This morning I read a news article that started out:
SPRINGFIELD, Mo. — Some women in Springfield are regretting their decision last week to get a tattoo from a door-to-door tattoo salesman. link
Um. I think I would have seen that one coming. One of the biggest differences I noticed in Mexico was the fact that people expect to rely on their own good judgment. In the US I find people tend to think:
- If it is legal it is right.
- If it is for sale, it must be safe.
- If I’m not physically prevented from doing something it must be ok.
In the US if you are near a cliff there would be a rule that says you aren’t allowed to go near the edge. There would probably be a fence or other obstacle to keep you away from where it is considered dangerous. In Mexico, there would be no such rule. If you are lucky someone might say “you might want to avoid going near the edge of the cliff because it is slick and you might kill yourself”. In Mexico you are expected to think for yourself–if you do something dumb and get hurt it isn’t any one else’s fault. (At least that was my experience there.)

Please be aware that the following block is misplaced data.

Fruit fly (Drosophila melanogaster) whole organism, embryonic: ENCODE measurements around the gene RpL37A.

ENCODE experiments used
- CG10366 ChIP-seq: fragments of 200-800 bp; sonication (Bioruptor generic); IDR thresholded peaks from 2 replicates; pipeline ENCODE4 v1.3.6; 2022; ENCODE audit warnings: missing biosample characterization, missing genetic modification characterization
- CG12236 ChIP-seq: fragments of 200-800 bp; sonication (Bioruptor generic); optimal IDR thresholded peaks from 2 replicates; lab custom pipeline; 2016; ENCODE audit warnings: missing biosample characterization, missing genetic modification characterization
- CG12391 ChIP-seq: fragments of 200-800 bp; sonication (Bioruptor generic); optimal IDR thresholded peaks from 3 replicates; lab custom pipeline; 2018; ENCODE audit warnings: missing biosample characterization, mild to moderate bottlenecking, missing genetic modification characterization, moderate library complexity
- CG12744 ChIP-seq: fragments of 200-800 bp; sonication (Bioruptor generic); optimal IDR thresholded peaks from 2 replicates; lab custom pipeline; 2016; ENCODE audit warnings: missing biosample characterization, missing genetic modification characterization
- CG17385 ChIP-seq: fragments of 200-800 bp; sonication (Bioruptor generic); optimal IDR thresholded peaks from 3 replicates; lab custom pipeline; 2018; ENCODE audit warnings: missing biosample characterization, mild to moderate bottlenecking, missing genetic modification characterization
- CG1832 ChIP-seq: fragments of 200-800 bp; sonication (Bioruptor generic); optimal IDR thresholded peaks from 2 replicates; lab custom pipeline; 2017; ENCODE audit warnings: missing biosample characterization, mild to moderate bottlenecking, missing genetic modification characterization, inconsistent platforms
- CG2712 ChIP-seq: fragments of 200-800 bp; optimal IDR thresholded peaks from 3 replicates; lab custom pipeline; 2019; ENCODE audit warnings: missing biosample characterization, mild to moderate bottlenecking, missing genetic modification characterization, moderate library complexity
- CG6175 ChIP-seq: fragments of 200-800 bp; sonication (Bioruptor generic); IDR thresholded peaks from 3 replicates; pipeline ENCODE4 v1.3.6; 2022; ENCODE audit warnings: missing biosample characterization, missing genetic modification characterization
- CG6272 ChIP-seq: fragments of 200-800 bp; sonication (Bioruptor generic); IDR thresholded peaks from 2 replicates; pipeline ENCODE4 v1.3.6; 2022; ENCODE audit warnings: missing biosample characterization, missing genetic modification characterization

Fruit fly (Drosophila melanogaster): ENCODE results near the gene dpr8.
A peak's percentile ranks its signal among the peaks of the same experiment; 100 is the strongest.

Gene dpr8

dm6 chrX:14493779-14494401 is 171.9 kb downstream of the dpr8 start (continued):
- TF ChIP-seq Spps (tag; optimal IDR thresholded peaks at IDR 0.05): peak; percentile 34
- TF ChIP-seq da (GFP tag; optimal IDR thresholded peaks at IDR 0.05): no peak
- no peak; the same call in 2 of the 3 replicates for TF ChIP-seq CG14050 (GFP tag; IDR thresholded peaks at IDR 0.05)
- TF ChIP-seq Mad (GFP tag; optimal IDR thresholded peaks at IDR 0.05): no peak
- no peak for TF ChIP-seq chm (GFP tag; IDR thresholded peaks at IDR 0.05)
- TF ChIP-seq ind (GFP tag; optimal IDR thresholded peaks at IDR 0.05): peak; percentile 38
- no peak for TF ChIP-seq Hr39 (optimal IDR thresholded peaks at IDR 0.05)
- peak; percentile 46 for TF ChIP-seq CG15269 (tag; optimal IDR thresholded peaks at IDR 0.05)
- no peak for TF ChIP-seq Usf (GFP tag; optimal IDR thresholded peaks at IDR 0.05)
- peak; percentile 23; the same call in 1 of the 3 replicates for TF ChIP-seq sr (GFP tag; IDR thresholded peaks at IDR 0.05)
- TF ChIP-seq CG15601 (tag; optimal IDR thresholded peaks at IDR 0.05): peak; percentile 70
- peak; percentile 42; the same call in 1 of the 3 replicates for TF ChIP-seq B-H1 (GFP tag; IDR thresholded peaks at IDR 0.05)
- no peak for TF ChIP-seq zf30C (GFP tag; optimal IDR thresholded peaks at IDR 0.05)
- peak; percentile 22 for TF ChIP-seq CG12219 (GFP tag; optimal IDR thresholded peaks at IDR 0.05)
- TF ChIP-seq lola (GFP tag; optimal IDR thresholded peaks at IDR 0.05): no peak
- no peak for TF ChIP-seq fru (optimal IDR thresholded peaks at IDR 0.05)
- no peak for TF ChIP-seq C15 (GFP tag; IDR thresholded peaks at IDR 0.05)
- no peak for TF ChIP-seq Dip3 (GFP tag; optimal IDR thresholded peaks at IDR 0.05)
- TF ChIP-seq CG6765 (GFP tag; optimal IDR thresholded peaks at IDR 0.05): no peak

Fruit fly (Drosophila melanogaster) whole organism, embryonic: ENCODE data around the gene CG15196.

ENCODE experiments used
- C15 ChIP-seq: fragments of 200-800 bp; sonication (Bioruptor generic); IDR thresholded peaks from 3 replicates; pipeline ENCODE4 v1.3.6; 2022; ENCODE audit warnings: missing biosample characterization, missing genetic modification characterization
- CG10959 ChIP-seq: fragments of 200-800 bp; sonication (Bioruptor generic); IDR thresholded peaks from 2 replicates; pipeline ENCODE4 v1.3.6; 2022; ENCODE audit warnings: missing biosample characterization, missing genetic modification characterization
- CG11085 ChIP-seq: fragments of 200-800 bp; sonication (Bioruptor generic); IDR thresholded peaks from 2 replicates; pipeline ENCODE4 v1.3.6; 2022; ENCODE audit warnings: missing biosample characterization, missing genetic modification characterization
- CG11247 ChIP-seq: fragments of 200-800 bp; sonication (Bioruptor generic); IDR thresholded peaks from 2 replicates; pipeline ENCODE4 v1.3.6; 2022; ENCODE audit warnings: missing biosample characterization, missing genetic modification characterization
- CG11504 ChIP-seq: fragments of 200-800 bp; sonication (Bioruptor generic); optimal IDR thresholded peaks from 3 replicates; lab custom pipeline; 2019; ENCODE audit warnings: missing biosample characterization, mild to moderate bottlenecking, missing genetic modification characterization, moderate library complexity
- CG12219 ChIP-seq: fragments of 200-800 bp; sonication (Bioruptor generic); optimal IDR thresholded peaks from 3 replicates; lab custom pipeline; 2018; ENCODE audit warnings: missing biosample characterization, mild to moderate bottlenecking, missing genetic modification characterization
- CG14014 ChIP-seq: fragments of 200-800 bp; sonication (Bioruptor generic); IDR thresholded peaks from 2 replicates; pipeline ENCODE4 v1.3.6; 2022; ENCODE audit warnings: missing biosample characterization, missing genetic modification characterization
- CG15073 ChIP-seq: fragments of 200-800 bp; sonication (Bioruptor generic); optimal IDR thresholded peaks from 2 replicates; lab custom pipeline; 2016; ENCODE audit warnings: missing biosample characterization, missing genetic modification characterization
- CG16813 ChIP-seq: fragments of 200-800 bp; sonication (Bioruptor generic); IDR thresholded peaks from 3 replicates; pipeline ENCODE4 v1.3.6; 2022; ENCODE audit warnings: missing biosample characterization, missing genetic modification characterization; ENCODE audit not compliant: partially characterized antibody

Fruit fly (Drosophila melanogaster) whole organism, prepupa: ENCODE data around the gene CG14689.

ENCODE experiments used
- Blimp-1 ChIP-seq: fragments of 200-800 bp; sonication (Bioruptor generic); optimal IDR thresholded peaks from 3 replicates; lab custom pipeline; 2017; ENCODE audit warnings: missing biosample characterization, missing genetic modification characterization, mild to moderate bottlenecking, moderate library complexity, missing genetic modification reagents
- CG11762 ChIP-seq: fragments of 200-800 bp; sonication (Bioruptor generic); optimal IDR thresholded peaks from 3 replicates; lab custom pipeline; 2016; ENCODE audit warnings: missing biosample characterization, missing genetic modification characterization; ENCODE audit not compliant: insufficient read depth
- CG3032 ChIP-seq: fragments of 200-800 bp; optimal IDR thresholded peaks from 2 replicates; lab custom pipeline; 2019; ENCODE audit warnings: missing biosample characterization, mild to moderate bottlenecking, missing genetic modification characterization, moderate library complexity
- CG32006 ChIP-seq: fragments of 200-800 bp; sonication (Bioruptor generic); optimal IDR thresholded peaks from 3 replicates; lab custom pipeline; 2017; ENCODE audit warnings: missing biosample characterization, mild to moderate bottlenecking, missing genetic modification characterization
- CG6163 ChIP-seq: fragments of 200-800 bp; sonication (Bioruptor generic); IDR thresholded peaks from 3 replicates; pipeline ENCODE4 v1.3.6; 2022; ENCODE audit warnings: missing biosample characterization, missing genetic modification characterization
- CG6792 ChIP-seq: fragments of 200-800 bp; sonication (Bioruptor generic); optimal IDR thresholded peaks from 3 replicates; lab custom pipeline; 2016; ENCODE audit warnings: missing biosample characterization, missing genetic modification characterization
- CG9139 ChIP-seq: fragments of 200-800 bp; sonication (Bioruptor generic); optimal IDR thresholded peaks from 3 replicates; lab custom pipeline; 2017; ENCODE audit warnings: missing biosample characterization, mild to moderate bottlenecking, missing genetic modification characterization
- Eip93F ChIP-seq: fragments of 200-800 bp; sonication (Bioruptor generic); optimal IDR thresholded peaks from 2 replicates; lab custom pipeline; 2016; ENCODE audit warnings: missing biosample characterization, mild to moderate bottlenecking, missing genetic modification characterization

While I appreciate the extra safety in the US, I’m concerned that we’ve take away so much basic responsibility from people that they no longer feel the need to run things through even a basic level of safety checks. If someone shows up on your doorstep with homemade tattoo equipment and offers to give you a “great deal” something somewhere in your brain should sound a warning bell.
I suppose common sense is a difficult thing to teach, but I’m afraid our society is teaching people to how to ignore it.